Following Peixoto and Oort (1992, p. 248), the time rate of change of the global Ω angular momentum is essentially determined by the globally integrated meridional transport C (the vertical transport is zero in the ECHAM model). Here C is defined by
i1520-0442-13-4-681-e5
with
i1520-0442-13-4-681-e6
where the hydrostatic approximation is used. Further, c(φ) is the net meridional transport within the volume above a latitudinal belt with unit width. Note that c is proportional to [υ] in the Southern Hemisphere but to −[υ] in the Northern Hemisphere. Moving mass toward the equator, that is, away from the rotation axis, will result in a positive C, which leads to an increase in Ω angular momentum.

Using Eq. (6), c(φ) is calculated from the regression patterns of [υ] [not shown; the regression upon PC2 is similar to Fig. 3d in von Storch (1999)]. These patterns suggest that, as in the observations, the mass dipole with positive anomalies at low latitudes and negative ones in the polar region is related to a meridional circulation with a convergent flow in the upper troposphere and a divergent flow near the surface. One can therefore further decompose the net transport c(φ) into cu and cl, which represent, respectively, the contributions to c(φ) from the upper and lower branch of the meridional circulation.

For both the AAO and the AO, a balance between cu(φ) and cl(φ) is found (Fig. 5). The nodes of the dipoles in cu(φ) and cl(φ) (dashed and dotted lines in Fig. 5) are located near 40°, where the center of positive anomalies of mΩ situates (dashed lines in Fig. 3). Recall the sign relation between c and [υ]. The dipoles in cu and cl suggest a transport toward 40° by the upper branch and a transport away from 40° by the lower branch of the meridional circulation. To a large extent, the two transports balance each other. This balance acts to maintain the mΩ anomalies at low latitudes centered at 40°. Since the low-latitude anomalies determine to a large extent the global Ω angular momentum (Fig. 4), the balance acts also to maintain the global Ω angular momentum. Both the AAO and the AO appear therefore as persistent modes.

The balance between cu(φ) and cl(φ) is, however, not perfect. For both modes, cl (dotted line) dominates cu (dashed line). This is particularly true at high latitudes, resulting in large negative anomalies of c(φ) (solid line) and a negative value of C = ∫ c(φ) dφ. One has a net transport toward the poles and from that a removal of the existing MΩ anomaly shown in Fig. 4. Thus, from the point of view of Ω angular momentum balance, the AAO and the AO are damped modes.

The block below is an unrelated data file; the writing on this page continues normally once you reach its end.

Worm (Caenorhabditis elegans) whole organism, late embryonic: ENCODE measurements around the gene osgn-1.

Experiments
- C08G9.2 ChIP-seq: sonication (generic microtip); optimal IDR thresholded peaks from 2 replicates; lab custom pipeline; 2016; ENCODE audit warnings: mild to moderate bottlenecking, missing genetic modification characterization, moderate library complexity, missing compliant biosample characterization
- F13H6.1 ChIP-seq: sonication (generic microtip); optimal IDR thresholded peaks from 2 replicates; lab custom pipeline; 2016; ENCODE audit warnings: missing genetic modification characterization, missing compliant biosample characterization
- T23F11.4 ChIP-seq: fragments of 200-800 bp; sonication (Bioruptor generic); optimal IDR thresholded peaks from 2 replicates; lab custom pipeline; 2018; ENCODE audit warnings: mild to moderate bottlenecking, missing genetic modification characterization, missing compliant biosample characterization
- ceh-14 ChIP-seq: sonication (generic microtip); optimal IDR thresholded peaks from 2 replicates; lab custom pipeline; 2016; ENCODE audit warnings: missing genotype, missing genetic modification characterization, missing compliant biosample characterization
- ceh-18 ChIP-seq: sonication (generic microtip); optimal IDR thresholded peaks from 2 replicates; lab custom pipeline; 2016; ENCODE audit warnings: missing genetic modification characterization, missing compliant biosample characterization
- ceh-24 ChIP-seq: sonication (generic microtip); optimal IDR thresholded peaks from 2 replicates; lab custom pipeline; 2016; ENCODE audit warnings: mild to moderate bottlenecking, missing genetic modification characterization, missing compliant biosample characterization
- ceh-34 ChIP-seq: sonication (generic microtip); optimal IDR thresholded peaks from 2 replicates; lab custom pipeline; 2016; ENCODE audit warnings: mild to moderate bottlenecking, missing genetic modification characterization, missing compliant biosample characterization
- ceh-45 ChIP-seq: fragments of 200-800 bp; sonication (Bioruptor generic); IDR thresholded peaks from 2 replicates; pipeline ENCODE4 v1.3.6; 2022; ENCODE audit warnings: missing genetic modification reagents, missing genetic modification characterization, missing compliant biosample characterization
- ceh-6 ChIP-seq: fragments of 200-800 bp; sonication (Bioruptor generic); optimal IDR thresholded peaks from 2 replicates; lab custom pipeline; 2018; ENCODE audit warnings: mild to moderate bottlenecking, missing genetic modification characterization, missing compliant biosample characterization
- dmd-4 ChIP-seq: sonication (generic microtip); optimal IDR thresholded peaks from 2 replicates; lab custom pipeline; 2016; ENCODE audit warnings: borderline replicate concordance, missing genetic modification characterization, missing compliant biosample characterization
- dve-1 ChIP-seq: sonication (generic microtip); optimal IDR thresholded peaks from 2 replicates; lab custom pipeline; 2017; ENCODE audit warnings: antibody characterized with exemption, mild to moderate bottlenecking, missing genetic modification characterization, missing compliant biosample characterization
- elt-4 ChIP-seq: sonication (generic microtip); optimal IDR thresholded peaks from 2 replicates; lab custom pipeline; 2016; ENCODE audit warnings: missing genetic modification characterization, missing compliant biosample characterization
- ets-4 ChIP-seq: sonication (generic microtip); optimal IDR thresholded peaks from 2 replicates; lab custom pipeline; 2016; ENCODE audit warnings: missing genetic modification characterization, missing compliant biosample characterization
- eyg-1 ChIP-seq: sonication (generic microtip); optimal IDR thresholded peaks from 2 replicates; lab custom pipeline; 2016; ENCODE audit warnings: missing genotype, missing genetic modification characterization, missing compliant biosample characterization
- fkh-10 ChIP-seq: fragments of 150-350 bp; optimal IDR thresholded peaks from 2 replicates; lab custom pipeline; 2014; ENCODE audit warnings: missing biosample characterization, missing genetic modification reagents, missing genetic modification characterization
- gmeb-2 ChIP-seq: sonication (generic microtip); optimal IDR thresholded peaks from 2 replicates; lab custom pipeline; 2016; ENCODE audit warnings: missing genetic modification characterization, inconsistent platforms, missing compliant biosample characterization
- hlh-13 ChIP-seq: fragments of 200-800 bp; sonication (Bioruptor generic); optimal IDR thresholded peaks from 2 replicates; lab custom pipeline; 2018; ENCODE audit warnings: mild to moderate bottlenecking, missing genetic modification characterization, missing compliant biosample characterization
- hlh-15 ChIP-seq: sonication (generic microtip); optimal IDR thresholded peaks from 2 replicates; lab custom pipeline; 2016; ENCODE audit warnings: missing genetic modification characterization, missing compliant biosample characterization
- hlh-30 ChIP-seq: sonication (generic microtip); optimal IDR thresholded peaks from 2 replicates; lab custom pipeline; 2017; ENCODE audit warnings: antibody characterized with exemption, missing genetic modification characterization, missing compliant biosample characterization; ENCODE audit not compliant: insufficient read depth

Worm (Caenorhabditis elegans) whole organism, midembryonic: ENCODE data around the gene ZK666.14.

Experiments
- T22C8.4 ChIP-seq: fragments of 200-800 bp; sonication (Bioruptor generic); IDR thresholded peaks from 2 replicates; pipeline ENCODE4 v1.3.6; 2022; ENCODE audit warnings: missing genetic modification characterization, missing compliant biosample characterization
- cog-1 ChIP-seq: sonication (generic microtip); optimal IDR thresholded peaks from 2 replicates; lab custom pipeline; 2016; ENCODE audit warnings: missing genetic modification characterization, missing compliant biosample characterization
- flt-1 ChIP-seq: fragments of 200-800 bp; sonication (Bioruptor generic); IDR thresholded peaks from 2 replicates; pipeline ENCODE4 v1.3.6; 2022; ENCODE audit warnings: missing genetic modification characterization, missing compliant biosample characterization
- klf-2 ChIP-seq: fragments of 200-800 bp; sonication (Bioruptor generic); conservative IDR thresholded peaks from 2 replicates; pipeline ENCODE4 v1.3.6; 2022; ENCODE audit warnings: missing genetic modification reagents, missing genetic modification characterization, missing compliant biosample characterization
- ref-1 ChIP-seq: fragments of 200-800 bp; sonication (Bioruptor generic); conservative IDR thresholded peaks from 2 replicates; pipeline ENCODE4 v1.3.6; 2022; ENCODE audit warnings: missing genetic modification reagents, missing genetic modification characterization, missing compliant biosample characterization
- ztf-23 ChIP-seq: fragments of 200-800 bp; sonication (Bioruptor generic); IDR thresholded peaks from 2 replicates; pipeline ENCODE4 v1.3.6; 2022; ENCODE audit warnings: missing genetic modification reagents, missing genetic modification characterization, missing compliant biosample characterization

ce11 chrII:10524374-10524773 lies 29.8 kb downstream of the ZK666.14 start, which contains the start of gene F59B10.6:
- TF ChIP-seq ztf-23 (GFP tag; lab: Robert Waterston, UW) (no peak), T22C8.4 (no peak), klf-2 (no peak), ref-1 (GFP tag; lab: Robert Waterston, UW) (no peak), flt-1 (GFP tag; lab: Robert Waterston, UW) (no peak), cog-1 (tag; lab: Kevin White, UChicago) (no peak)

The meridional circulation is not only important for Ω angular momentum but also for relative zonal momentum. For both modes, anomalous equatorward (poleward) flow prevails in the upper troposphere at latitudes of westerly (easterly) wind anomalies. The Coriolis force acting on this flow produces a deceleration (an acceleration) of zonal momentum. In order to maintain zonal momentum anomalies, this momentum forcing must be balanced by an anomalous eddy convergence (divergence). Thus, as noted by Yoden et al. (1987), Karoly (1990), Kidson and Sinclair (1995), and Hartmann and Lo (1998), the meridional circulation, together with eddy momentum fluxes, maintains the zonal wind anomalies in the free atmosphere.

Thus, the meridional circulation affects not only the balance of mass, but also that of zonal momentum. In fact, the momentum balance is coupled to the mass balance through the meridional circulation (Peixoto and Oort 1992). A complete understanding of the AAO and AO requires the understanding of this coupling.

4. Conclusions

This paper studies the angular momenta of the AAO and the AO modeled by the ECHAM1/LSG model. Both modes, which are realistically simulated by the model, show similar angular momentum variations. The main result is that the global Ω angular momentum is about a factor of 2–4 larger than the global relative angular momentum. This result suggests that, even though the momentum balance is locally important, it is globally less significant than the mass balance.

The dominance of the Ω angular momentum is a consequence of mass conservation. If the mass deficit (excess) at the high latitudes results from the mass excess (deficit) at the low latitudes, the global Ω angular momentum must be significantly nonzero, since the high-latitude mass is located much closer to the rotation axis and has therefore less Ω angular momentum than the low-latitude mass. This global constraint can be crucial for the understanding of the global dynamics of the modes.